An excerpt from the book, Strange by Shreya Sen-Handley...
“Huh?’ barked the policeman who’d originally interrogated old Jay, almost apoplectic. ‘So, he’s been slipping you songs and not body parts? He lured you into dingy carparks to ply you with music, not drugs, and NOT sex?’ The youngest of the children looked at the policeman horrified that he had said the S word. Hadn’t the same man lectured them two weeks ago about avoiding pervs? The kids had never imagined that was why everyone was making such a fuss. The very utterance of the scary word, however, caused a seismic shift in the room. The focus of everyone’s distaste shifted to their bungling police force that had handled the case so badly. The parents announced that they were dropping charges. They would communicate that to the missing family too, that of the girl who’d been sick since the incident. They were confident the latter would go along happily. Back to being perfect, untampered families, they felt bad about having put the misunderstood man through the rigours of arrest and incarceration, even though they didn’t like his clothes, his taste in music, or the fact that he was taking money, however small (since they hadn’t noticed any missing), off their kids. They wondered if they should invite the unfortunate fellow to dinner. They had heard he had once been one of them, with a picket fenced home and a white-collar job in IT. His wife had left him apparently, taking their children with her in an acrimonious split, and it had all fallen apart for him. Perhaps if they embraced him to the bosom of good society again, he might cease and desist from his minor crimes…” Please click on image to read the rest of this excerpt from the short story ”Beyoncé and Jay-ji’ in ‘Strange’, HarperCollins, 2019.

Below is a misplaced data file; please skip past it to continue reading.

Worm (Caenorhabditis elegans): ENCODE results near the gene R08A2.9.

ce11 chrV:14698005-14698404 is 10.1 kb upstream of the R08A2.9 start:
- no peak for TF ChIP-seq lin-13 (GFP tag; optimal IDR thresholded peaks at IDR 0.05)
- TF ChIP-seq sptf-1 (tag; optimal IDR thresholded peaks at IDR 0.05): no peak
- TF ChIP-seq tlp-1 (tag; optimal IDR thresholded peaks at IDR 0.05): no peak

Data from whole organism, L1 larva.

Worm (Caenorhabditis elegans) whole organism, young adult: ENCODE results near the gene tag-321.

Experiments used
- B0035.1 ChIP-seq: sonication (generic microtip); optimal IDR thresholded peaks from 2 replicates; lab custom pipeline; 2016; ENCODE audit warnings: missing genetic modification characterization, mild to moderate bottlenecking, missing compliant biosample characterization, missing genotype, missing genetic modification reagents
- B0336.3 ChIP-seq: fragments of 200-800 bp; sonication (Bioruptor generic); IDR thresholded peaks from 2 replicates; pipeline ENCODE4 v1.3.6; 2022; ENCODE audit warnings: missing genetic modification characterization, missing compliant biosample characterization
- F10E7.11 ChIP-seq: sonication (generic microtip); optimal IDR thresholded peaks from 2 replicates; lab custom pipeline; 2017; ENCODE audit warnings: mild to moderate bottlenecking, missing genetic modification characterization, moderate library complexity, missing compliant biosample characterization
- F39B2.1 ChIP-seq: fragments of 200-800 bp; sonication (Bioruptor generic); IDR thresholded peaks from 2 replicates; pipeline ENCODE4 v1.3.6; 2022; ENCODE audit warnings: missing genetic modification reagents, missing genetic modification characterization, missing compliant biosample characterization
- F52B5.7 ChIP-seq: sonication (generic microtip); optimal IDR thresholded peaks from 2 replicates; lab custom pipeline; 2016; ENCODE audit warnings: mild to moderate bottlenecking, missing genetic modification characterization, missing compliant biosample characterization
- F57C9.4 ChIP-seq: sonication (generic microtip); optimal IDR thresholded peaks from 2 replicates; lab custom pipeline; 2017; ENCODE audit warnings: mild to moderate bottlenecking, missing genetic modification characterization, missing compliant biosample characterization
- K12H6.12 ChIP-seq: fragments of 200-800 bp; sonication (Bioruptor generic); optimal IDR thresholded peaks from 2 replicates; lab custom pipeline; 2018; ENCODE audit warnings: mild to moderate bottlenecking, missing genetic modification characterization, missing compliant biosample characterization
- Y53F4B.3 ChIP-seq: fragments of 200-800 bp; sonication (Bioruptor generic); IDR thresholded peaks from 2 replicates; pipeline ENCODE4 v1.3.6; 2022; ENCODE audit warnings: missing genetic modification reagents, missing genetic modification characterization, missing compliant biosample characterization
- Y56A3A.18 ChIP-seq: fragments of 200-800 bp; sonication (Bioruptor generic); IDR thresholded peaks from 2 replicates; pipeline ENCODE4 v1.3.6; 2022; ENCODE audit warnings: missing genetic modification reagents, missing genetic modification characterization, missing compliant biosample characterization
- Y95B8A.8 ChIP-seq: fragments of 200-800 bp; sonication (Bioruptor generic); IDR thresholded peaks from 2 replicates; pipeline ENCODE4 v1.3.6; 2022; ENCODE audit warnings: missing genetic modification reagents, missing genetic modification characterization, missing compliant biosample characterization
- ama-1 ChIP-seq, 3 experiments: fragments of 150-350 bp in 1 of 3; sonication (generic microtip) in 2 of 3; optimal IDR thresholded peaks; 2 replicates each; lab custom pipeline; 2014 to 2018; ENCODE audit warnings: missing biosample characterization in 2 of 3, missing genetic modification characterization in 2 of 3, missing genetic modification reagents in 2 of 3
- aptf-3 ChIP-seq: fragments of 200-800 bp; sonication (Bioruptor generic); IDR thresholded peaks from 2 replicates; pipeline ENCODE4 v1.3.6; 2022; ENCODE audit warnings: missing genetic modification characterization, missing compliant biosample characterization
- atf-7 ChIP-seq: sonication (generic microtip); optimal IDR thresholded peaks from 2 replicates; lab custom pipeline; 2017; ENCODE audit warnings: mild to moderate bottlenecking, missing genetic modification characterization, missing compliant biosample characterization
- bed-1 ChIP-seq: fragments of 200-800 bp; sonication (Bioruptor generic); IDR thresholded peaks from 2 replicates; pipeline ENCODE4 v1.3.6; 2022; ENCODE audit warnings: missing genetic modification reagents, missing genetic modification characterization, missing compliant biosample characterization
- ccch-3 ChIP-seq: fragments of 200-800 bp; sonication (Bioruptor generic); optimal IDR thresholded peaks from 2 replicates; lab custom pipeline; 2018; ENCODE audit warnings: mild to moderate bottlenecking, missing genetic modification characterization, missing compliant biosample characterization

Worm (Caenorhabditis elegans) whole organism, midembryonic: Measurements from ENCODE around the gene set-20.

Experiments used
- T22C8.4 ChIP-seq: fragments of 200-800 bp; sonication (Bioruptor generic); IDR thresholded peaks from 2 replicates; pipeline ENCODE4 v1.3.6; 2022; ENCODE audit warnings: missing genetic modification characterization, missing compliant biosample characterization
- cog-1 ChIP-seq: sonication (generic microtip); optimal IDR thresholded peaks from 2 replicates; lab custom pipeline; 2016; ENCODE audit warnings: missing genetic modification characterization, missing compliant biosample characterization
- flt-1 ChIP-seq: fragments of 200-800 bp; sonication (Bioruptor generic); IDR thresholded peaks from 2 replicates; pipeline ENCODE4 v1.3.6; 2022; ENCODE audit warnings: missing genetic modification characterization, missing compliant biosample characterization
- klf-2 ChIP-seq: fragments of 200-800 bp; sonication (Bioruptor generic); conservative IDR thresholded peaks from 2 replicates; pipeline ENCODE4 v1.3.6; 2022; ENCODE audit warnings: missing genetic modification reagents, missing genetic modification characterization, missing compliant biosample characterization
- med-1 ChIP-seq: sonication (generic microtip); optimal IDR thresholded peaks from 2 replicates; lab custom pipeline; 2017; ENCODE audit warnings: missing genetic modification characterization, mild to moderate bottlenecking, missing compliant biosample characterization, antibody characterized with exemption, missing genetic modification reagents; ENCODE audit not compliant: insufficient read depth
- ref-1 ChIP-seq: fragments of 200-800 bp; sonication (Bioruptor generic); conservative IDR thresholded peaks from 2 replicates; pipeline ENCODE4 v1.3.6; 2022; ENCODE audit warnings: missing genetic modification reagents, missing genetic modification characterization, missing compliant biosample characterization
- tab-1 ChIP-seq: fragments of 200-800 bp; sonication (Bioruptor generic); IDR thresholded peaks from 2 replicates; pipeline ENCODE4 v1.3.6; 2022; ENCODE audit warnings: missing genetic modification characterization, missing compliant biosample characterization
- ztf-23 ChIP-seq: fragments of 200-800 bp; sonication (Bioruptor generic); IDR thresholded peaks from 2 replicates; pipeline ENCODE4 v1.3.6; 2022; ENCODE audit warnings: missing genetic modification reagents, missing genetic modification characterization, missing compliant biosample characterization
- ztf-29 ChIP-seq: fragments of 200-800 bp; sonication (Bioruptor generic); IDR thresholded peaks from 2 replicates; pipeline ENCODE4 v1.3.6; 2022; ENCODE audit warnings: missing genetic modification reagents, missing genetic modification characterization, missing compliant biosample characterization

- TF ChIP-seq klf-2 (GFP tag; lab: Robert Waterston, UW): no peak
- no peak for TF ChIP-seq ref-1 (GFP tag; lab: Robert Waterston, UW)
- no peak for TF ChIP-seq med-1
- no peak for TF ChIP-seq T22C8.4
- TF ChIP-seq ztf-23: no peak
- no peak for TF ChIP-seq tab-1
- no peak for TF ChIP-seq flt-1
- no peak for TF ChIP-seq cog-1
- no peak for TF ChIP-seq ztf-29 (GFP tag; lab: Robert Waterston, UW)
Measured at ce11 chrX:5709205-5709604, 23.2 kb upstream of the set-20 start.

“Former television journalist and producer for CNBC and MTV, and East India head for Australasian Channel [V], Shreya Sen-Handley is the author of two books with HarperCollins, the recently published short story collection Strange, and the award-winning Memoirs of My Body, published in 2017. A librettist for the Welsh National Opera, the first South Asian woman to have written an international opera according to the international press, their multicultural opera Migrations will go on tour in the UK in 2021. Shreya is also a columnist for the international media, writing for the National Geographic, CNN, The Hindu, Times of India, The Guardian, and more, a creative writing teacher for British universities and other institutions, and an illustrator for Hachette, HarperCollins, Welsh National Opera, Arts Council England, and Nottingham UNESCO City of Literature. Her short stories have been published, broadcast, and shortlisted for prizes in Britain, India and Australia. This year she wrote her first ever poems, which went on to be published and broadcast in Britain and India, as well as spearheading a British national campaign against hate crimes. She is currently working on a new Welsh National Opera production Creating Change in which she combines poetry and illustration, and writing her third book for HarperCollins, the travelogue The Accidental Tourist, alongside her monthly column for top Asian newspapers The Asian Age and Deccan Chronicle.”
Please click on image to read an excerpt from ‘Strange’, HarperCollins, 2019.
“Having had two children, and perfectly aware of how they came about, it’s not romantic or affectionate smooching that perplexes, but the formal, impersonal, performative variety, practised with relative strangers…” Please click on pic to read the whole article.
“Like many women, I have known psychological, sexual and physical abuse. The knowledge of what goes on in our ‘everyday’ lives beneath the unruffled surface that patriarchal society forces us to maintain is key to why women write horror, crime, and the supernatural so often and so well. We not only know what lies beneath, we have learnt to cope with it, gently and silently building up to a startling dénouement, both in our lives and our fiction.” says Sen-Handley…